Financial instability is a common fiscal burden for many community college students and can serve as primary barrier to educational success (Quaye & Harper, 2015). Although traditional financial aid is structured to assist students in financing college expenses, many low-income students often face financial emergencies beyond the scope of financial aid (Johnson, 2015). These financial emergencies have been specifically identified as serious obstacles to educational success and have prompted many institutions to establish student emergency financial assistance programs (Geckeler, Beach, Pih, & Yan, 2008). This study explored one student emergency financial assistance program at a public community college and the impact it had on student success, persistence, and completion rates. Although findings from the study lacked positive statistical significance, it could be argued that students who received emergency financial assistance lacked a chance to achieve successful academic outcomes. The association of financial emergencies, to low academic performance (Cady, 2014), coupled with heightened negative impacts of students’ financial circumstances to educational success (Bean & Metzner, 1985), and the absence of a comprehensive emergency financial assistance program structure at the studied institution (Goldrick-Rab, Broton, & Frank, 2014) all contributed to study findings. These findings imply changes to the structure of emergency financial assistance programs which promote comprehensive services to students, align social and educational policy, and have complete institutional support (Baum, McDemmond, & Jones, 2014).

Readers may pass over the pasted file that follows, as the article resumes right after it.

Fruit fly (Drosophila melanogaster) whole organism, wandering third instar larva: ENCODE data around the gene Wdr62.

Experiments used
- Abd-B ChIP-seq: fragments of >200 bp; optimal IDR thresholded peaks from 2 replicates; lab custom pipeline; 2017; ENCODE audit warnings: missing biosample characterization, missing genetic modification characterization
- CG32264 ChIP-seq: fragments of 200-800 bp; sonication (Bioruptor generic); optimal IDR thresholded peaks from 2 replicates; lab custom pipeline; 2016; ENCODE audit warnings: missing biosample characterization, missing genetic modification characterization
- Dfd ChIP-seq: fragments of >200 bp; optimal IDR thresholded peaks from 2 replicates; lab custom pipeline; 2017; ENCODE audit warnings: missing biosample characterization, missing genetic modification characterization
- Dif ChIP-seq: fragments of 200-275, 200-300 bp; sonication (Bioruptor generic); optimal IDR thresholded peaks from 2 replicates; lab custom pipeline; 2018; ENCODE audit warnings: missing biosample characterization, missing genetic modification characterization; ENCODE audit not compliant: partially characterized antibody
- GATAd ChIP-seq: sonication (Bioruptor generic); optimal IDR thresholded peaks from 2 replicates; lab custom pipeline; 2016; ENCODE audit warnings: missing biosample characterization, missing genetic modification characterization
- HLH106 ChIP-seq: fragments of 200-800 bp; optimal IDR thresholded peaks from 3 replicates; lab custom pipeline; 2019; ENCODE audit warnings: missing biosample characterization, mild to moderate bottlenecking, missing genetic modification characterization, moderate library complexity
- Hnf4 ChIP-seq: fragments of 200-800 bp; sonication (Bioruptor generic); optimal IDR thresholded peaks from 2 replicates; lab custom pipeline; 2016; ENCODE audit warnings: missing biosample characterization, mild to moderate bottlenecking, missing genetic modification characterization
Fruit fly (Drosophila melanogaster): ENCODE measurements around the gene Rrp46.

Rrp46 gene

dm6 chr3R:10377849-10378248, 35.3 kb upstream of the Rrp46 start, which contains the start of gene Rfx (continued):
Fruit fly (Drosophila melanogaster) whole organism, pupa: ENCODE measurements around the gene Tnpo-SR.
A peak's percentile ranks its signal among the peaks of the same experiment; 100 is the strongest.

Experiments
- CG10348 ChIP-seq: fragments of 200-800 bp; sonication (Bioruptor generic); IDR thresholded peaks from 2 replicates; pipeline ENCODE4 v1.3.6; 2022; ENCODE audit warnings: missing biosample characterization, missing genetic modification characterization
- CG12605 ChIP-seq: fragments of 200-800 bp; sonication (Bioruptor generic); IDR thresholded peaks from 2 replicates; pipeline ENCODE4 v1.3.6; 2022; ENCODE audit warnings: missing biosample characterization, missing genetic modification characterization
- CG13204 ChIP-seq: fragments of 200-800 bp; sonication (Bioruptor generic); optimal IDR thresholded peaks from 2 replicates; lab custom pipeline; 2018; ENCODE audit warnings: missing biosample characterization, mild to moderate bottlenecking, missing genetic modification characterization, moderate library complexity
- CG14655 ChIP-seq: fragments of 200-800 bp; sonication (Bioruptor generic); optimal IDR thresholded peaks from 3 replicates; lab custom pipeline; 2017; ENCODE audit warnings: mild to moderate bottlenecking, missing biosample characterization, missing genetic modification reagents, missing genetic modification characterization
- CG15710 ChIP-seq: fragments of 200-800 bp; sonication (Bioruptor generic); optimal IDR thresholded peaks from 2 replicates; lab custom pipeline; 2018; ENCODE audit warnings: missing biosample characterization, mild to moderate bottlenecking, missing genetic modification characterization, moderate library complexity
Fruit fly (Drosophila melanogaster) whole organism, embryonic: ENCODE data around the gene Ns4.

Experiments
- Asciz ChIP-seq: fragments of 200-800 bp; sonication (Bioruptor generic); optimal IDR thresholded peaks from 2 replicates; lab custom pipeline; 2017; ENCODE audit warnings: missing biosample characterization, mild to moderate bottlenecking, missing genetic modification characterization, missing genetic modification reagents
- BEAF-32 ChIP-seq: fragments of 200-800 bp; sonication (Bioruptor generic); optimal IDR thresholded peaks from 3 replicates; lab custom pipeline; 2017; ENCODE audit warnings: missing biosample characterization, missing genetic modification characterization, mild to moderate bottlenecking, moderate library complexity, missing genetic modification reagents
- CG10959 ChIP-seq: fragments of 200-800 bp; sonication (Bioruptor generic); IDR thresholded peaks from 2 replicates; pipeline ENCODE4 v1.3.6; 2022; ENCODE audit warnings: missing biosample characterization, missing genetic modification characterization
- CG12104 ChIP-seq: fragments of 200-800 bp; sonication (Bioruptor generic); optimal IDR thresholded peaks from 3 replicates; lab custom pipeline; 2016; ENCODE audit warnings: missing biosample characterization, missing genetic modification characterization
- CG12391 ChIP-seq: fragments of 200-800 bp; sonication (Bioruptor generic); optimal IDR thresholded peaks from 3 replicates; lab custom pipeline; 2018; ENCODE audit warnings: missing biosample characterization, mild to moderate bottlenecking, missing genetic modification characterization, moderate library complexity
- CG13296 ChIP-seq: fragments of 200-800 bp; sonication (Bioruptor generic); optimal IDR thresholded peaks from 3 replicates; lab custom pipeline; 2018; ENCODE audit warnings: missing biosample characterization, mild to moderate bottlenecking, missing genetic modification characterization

|Commitee:||DeVore, Sherry, McGrady, Tracy|
|School Location:||United States -- Missouri|
|Source:||DAI-A 77/11(E), Dissertation Abstracts International|
|Subjects:||Community college education|
|Keywords:||Educational success, Financial aid|
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